In The Garden
Friday, December 17, 1999
By Ken Sakamoto, Star-Bulletin
Gilbert Lum tends the garden he and some friends created near
their regular surf spot at Diamond Head "cliffs." Fellow gardene
Lindsey Mossman waters in the background.
UP Diamond Head Road, past a stretch of multimillion-dollar homes and the lighthouse, around the bend from a scenic lookout, there is a most unlikely garden tended by a group of most unlikely gardeners.
Senior surfers cultivate Eden
You can't see it driving by. But if you get out of the car, you will get an eyeful of bougainvillaea, ixora, bromeliads, pikake, ti, croton, palm trees, cacti, ferns, gingers, lemon grass, garlic chives, parsley and more thriving on a cliff above the blue Pacific Ocean.
On most early mornings, and particularly when the surf is dismal, you'll also find 74-year-old Gilbert Lum in his swimming trunks working in the garden. "When the surf's bad, I stay up here. But when the surf's good, I no work in the garden," Lum says.
Lindsey Mossman, octopus diver and one of Lum's gardening cohorts, nods in firm agreement. "If I don't get in the water, I get grumpy. I have to get in the water. Then I take care of the garden," says the 70-year-old Mossman.
And that's the way it's been for the six-month-old garden planted above the trails leading to a popular surfing beach off Diamond Head. As the garden matures, it has become a roadside attraction and a new common bond for men and women who met through their fondness for surfing.
"Everybody helped. Some people come (to) water, some people trim the bushes, some people bring plants," says Lum, who by all accounts is the primary gardener and chief landscape architect. "But we really need a weed whacker. You know anybody who wants to donate?"
The project really began more than two years ago when Lum decided to clean up the area, which was overgrown with brush and littered with rubbish and cat poop. To relax after surfing, surfers like to sit on a low rock wall lining the makai side of the road, but the unkempt condition fouled the view of the ocean and the air.
"I figure since I come up here all the time, I might as well do something about it. You see that kiawe tree over there. It was really big. That was the first tree I trimmed. I climbed up there to trim it. I had to be like a monkey," says Lum, a retired Hawaiian Electric worker.
Lum enlisted other surfers to help him. The cleaning took about two years, and what was left was sun-baked, dry dirt suitable only for hardy weeds.
Lum next wanted to cover the clearing with green grass. He began pouring the buckets of water he brings for washing on to the dirt to see if he could get a tiny bit of grass to spread out. It worked, and he convinced other surfers to do the same.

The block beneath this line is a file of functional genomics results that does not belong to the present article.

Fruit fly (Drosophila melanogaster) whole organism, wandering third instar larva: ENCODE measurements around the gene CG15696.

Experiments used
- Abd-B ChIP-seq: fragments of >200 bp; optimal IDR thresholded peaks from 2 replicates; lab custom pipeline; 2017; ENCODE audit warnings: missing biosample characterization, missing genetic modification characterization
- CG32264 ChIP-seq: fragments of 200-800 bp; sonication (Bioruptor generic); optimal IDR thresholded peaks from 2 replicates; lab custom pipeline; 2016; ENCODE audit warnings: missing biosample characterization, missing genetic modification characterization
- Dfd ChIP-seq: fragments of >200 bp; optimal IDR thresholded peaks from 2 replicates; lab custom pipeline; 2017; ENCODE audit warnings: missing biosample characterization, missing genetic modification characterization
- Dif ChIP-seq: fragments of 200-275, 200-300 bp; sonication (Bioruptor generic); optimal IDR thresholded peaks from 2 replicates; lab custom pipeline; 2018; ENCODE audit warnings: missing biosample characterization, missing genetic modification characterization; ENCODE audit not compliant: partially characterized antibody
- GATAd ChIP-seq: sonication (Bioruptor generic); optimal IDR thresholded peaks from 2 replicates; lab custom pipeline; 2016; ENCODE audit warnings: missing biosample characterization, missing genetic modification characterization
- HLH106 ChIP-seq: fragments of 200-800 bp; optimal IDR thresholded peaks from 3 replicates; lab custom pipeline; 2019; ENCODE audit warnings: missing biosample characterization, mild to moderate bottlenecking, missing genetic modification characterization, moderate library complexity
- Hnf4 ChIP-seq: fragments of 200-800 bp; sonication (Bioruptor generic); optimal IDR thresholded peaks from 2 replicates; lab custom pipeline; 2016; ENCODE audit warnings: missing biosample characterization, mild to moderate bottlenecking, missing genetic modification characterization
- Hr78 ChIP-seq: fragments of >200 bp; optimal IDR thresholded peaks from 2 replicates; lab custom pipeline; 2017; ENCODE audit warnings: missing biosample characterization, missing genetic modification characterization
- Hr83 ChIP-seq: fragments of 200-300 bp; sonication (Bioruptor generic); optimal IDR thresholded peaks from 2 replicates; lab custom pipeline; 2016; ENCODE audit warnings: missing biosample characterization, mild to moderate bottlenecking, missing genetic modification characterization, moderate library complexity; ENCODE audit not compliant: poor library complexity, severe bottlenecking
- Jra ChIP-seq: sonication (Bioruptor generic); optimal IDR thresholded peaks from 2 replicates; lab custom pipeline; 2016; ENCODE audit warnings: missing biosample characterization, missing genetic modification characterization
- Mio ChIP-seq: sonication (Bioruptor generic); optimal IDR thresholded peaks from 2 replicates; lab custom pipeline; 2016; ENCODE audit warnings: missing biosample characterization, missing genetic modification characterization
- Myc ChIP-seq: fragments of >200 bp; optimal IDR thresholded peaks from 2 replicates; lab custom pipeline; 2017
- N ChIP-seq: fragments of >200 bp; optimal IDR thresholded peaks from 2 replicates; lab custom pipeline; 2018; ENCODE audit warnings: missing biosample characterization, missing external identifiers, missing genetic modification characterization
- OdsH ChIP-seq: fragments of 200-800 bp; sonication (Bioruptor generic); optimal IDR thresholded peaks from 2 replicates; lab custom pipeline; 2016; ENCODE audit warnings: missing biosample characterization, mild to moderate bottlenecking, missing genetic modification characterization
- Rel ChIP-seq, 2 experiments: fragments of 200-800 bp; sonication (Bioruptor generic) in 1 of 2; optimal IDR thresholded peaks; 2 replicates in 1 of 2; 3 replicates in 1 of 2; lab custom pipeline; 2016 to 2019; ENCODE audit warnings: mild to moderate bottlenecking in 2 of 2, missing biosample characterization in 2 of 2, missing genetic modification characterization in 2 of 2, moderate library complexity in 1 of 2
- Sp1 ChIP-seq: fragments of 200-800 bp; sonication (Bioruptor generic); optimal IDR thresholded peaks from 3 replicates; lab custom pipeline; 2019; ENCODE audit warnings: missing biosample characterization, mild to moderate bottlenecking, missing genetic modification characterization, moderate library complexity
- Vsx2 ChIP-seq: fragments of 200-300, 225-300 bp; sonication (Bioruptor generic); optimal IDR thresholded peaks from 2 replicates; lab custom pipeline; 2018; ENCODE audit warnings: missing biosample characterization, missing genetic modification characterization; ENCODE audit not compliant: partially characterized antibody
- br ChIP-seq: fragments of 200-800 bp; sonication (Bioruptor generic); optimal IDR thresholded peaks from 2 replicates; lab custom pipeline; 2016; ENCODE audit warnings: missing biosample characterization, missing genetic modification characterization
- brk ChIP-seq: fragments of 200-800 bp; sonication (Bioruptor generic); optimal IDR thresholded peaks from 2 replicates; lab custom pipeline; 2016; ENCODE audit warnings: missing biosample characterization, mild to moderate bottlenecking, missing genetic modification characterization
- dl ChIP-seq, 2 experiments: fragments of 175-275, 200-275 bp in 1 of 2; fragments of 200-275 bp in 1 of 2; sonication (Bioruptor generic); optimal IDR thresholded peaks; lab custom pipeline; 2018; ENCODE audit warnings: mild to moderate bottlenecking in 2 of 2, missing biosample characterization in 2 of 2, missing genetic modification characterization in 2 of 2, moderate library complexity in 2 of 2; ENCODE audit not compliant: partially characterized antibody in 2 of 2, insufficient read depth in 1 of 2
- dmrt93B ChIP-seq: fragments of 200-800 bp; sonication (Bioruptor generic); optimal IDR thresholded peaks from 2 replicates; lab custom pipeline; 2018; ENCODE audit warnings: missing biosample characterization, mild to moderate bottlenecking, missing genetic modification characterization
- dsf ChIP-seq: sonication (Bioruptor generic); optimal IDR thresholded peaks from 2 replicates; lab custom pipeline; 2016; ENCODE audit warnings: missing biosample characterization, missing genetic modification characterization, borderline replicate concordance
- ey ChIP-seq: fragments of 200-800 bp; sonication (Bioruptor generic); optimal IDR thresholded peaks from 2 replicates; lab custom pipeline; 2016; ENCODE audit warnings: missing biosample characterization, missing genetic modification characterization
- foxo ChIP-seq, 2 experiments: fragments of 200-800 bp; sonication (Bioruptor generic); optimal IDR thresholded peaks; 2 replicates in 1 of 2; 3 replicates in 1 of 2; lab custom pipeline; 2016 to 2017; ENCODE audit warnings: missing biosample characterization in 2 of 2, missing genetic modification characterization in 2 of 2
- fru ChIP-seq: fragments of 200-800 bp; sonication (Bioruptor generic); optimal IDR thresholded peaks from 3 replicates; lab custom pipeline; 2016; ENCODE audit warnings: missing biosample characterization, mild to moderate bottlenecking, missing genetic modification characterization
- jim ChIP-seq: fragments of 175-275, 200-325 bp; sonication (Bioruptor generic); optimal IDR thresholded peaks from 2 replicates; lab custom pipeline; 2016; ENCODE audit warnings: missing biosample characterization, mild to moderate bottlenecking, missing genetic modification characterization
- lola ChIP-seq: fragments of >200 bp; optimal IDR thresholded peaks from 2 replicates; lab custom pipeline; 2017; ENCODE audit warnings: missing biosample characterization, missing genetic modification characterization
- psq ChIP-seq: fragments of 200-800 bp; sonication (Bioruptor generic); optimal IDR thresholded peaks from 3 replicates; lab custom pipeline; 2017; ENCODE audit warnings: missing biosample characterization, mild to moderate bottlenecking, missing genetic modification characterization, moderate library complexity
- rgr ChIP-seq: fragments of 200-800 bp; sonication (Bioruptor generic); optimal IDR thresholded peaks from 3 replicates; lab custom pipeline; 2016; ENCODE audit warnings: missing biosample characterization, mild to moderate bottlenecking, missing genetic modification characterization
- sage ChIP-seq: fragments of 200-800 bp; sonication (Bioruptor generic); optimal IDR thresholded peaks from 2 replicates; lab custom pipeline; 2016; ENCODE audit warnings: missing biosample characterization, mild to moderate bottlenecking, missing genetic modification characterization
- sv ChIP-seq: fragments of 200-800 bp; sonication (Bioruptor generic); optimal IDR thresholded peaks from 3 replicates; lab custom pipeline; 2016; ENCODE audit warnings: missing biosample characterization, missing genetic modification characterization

"Gilbert came over and told us to wash the sand off our feet off in the dirt, not on the road. Lo and behold, that little patch turned green, and that started the whole thing," says real estate agent and surfer Rich Jackson.
Lum began bringing plants from home and from his son's green house, and melon-sized rocks to form garden borders. Along the grassy cliff side, he created patches of plantings, each lined with rocks. Other surfers helped by scrounging for plants, rocks and garden supplies. A well-connected plumber volunteered to hook up an old water source.
"The garden just kept getting bigger and bigger. Pretty soon the hose wasn't long enough. I think five or six guys brought hoses, and they just kept connecting them. The hose got longer and longer, until it reached from one end of the garden to the other (about 250 feet). Of course, Gilbert just kept planting and planting," Jackson says.
To make the garden more festive, Mossman brought two small white angels, which are glued onto rocks, and Christmas garlands for the trees. Others brought concrete blocks and a salvaged wooden door to make a garden bench in the shade of a cactus tree.
In the Ewa end of the garden, Lum planted a miniature octopus tree in memory of his son who was killed in a motorcycle accident. Lum donated his son's organs and received the plant as an appreciation gift seven years ago. The tree overlooks the ocean where his son's ashes are scattered. "This garden has everything. We have two memorial trees (including a ficus planted in honor of a surfer who died recently.) We have ... pineapple and papayas and other things you can eat," Lum says.
The garden has suffered several thefts, but Lum is philosophical about the loss. "You can't do nothing about it. People like that--they don't respect anything. But I want people to enjoy the garden. If you want to pick something to eat, I don't mind. Just don't dig up the whole thing."
Practical gardening tipsLum doesn't garden by the book. He follows common sense.
"Everything is an experiment. If it grows, it stays. If not, you dig it out and put it some place else."
When unplanned plants show up, as papayas did in the surfer garden, think of them as nature's gifts and leave them. But if something overtakes the surrounding plants, consider throwing it out to save yourself further trouble.
Follow nature's lead. If the soil is hard and difficult to dig, don't bother. Go find soil that's soft and easy to work with. The plants will like it better, too.
"Anybody can garden if they want to," Lum says, adding a successful gardener is not deterred by failures.
Sun, water and a little fertilizer are all a gardener needs, he says.
Gardening Calendar in Do It Electric!
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